For the few people who don’t know, Gregg Easterbrook (brother of well-known and well-respected federal judge Frank Easterbrook) was fired by ESPN for the supposedly anti-semitic remarks he made on his New Republic blog. Easterbrook was lamenting the gratuitous violence exhibited by Quentin Tarantino in his recent movie: Kill Bill. Easterbrook took issue with Tarantino’s supposed skill as a script writer and movie director, saying that the relentless display of graphic violence is the only skill that Tarantino possesses. He then questioned why Disney, which owns ESPN, would back a violent movie like this, especially since Michael Eisner is Jewish. The implication of Easterbrook’s post was that a Jewish person might be less likely to want to glorify gratuitous violence. Why would Eisner and studio executives at Miramax want to give his backing to a violent Tarantino film? It’s so obvious that it doesn’t merit discussion.
Anyway, most of you already know what Easterbrook said. If you don’t then go read Bill Dyer’s post which has all of the important links relevant to this story. Incidentally, I agree with Bill Dyer. But I’ll add this: Easterbrook is being fired for speaking his mind. He admits that he should have made his point about violence in Hollywood films (which was clearly not anti-semitic) more explicitly. He screwed up, and he apologized for not making his point clearer.
I always find it interesting when a large media congolmorate, which never fails to make full and extensive use of its First Amendment rights (e.g. to make grotesquely violent movies with little artistic merit), fires an employee for exercising their 1st Amendment rights. Rush Limbaugh made some goofy off-the-wall comments recently and had 3 days to pack his bags, and then he resigned. Easterbrook clumsily discussed the connection between profits and violence in movie-making and was gone like a puff of smoke. Gone as in fired, not resigned. And Easterbrook didn’t even make his comments in his ESPN column; he made them in his own private space.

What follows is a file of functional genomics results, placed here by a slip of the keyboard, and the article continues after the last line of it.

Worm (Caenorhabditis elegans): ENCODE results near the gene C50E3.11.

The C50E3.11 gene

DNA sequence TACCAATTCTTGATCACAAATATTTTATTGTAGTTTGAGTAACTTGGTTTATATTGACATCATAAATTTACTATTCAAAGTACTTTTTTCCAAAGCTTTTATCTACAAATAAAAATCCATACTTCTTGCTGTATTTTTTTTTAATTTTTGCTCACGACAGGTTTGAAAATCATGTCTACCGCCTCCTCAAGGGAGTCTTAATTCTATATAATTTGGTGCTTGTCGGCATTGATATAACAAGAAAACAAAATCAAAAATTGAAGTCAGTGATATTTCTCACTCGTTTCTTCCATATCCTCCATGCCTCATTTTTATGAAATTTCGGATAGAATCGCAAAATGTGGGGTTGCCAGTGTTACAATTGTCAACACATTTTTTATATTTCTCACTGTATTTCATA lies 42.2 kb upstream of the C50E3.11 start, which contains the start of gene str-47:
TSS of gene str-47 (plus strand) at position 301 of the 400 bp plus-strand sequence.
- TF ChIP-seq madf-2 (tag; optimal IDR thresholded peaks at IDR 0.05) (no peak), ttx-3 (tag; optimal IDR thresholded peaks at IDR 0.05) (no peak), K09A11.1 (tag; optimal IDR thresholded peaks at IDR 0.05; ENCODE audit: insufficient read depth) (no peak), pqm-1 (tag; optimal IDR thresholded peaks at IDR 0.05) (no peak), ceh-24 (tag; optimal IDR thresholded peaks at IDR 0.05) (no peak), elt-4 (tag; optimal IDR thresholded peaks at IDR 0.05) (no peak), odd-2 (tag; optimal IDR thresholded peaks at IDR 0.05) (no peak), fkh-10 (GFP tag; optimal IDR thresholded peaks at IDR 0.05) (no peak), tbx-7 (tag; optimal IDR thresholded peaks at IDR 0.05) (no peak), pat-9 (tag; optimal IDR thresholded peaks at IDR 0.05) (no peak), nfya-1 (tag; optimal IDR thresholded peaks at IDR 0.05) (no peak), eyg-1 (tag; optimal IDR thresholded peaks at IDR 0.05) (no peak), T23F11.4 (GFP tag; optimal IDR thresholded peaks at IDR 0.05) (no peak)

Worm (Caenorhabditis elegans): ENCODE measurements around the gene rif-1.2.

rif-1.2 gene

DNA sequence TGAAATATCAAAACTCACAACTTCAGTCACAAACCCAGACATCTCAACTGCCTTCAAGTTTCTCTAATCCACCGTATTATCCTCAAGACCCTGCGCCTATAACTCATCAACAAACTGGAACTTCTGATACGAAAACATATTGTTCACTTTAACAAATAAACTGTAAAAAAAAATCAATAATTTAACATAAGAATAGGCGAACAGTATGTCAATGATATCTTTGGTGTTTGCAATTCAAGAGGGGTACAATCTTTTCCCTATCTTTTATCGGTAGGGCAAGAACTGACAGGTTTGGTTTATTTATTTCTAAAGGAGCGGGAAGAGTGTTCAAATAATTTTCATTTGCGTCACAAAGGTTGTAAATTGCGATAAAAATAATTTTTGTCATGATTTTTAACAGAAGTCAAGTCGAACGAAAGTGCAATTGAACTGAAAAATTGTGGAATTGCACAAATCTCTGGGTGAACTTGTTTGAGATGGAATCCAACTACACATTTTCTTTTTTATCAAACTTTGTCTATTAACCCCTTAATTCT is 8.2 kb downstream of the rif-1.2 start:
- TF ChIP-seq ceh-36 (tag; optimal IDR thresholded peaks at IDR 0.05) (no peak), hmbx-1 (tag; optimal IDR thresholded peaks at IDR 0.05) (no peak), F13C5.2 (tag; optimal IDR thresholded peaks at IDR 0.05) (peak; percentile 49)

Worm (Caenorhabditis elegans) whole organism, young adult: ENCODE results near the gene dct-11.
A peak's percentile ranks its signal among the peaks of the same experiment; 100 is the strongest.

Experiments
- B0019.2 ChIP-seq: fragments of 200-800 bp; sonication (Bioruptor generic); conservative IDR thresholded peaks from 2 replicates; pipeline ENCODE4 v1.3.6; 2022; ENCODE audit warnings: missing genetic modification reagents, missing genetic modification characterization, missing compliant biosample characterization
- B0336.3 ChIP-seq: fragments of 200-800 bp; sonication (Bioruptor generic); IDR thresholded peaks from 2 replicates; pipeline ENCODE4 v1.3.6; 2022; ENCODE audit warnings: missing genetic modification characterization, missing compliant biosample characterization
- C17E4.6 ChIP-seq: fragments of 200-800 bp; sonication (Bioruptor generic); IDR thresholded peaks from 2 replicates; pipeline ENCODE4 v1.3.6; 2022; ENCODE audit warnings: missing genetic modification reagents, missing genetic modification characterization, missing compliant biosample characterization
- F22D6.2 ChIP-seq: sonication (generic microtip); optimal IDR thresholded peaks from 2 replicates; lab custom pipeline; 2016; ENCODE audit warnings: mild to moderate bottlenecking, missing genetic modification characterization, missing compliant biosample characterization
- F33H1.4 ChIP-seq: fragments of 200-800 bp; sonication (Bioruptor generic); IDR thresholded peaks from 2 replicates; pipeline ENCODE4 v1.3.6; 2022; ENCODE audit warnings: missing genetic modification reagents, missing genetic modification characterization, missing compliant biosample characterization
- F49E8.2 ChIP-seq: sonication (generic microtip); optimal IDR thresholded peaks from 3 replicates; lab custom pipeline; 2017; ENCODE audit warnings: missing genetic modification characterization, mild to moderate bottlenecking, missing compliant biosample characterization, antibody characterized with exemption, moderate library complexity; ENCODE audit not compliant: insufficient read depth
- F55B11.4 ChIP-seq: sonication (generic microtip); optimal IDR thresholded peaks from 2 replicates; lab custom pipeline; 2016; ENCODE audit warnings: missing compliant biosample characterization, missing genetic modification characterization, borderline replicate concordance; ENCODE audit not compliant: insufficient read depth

Coincidentally, I have been reading William Goldman’s book Which Lie Did I Tell? which, while mostly about the craft of script writing, is also an excellent –and depressing– description of the movie industry. I wonder what William Goldman –whom I have to believe would agree with the claim that Tarantino’s skill is completely false– would think of this flap? He certainly doesn’t think highly of most Hollywood moviemakers.
Frankly, I don’t either. But the Hollywood elite have a lot of power and it doesn’t matter much what I –or even William Goldman– think. Their power, and arrogance, will reign on. Jim Croce, whom Bill Dyer aptly quoted, said it best: “You don’t tug on Superman’s cape…”
Lastly, there is another lesson here that I hate to mention. Blogs are dangerous. I didn’t used to think that, but now I’m not sure. After all, if professional writers are getting in trouble for what they say on their weblogs, then what are the implications for amatuers?
Are you a young professional, excited that your blog gives you the freedom to speak out to a large audience? Well consider what a smaller and more powerful audience (i.e. your employer) might think about what you say, and how well you say it. And of course remember that while you blogging your innermost thoughts you are also creating the world’s most accessible databank of “stuff that can be used against you later.” By whom? By your opponent in an election; and –of course– by the press who will gladly publish anything sensational that your opponent happens to pass on to them. Your weblog will save your opponents so much time when they start doing their “negative research” that they will be giddy with joy.
I don’t plan on seeking a federal judgeship or running for political office, but if I thought I might then I wouldn’t blog. In fact, I’m not sure it is such a good idea even though I don’t plan to do those things. I’ve seen how words get twisted and used against people. Hell, even E-mail is dangerous. Weblogs? I don’t know anymore. Maybe they are –to use Ralph Nader’s term– “unsafe at any speed.”
More Update Easterbrook is going to return. Good news!